Chapter published in:Controversies and Interdisciplinarity: Beyond disciplinary fragmentation for a new knowledge model
Edited by Jens Allwood, Olga Pombo, Clara Renna and Giovanni Scarafile
[Controversies 16] 2020
► pp. 133–154
Chapter 7Human evolution
A role for culture?
This paper presents a range of approaches going from the complete rejection of any role culture could have played in human evolution, to the other extreme in the range in which the very dichotomy between nature and culture is rejected. We will also go through middle-range standpoints, such as that of gene-culture coevolution theorists, that attach to culture a central role in human evolution. The clash between these approaches is still going on in the contemporary scene, with implications for the way boundaries are set inside disciplines such as Anthropology, as well as for conceiving how it is related to Psychology and Biology, among other disciplines. We will show that some debates in the Philosophy of Biology, concerning an extension of the neo-Darwinian theory of evolution, have contributed to clarify the issues, and have been followed by some anthropologists who are also concerned by the way human development and evolution are separately addressed in orthodox approaches.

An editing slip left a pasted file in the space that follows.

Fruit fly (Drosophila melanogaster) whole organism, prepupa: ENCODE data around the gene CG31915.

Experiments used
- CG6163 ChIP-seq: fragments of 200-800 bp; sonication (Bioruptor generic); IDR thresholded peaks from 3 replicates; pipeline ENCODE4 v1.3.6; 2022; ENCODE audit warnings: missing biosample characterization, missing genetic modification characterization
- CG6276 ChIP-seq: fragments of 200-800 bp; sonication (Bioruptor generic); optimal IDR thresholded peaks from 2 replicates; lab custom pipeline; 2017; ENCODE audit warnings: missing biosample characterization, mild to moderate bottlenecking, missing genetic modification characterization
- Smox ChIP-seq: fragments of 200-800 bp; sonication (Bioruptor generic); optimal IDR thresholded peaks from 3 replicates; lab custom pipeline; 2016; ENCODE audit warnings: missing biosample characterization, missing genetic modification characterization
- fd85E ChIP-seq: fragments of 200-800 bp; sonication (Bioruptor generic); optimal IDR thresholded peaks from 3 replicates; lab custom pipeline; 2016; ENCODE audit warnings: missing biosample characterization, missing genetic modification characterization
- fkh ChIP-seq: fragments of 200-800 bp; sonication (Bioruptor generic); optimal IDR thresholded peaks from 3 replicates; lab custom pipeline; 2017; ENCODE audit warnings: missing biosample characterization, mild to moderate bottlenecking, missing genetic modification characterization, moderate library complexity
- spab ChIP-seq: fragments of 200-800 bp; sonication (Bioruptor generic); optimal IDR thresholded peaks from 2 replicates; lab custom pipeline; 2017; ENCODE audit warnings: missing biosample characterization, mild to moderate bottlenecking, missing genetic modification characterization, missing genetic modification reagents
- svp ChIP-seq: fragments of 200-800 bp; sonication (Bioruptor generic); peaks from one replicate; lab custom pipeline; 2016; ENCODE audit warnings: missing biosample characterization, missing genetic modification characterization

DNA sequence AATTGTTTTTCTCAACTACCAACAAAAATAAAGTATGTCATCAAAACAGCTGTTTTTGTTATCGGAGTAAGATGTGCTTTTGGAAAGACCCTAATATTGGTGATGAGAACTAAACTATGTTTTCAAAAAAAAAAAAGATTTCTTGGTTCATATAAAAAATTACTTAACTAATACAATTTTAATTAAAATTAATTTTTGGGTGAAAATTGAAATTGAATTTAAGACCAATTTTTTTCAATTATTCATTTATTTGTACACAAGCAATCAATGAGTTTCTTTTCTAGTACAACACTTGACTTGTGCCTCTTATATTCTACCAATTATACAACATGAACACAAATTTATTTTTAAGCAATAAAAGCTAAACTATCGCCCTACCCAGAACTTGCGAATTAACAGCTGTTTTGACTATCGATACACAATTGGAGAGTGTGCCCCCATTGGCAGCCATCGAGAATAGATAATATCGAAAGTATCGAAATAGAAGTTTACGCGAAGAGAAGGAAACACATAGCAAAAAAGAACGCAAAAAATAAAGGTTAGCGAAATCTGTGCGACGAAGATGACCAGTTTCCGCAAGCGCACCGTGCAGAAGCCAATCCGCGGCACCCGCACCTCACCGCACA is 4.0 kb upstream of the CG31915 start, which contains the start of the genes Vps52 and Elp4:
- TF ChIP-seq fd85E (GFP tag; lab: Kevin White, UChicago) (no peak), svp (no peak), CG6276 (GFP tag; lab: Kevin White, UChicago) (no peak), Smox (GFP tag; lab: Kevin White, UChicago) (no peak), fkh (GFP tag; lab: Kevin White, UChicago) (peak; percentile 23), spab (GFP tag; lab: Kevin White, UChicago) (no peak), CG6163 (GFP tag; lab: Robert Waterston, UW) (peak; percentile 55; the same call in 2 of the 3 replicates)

Keywords: nature/nurture dichotomy, polemical exchanges, interdisciplinarity, human evolution, critical point theory, gene-culture coevolution, dual inheritance theory, biosocial evolution, developmental systems theory
- 1.Culture as superorganic
- Concepts of culture
- 1.Culture as superorganic
- 2.Gene-culture coevolution
- 3.Biosocial evolution
- Philosophers of Biology are implicated in the debate
- Final remarks
Published online: 15 October 2020
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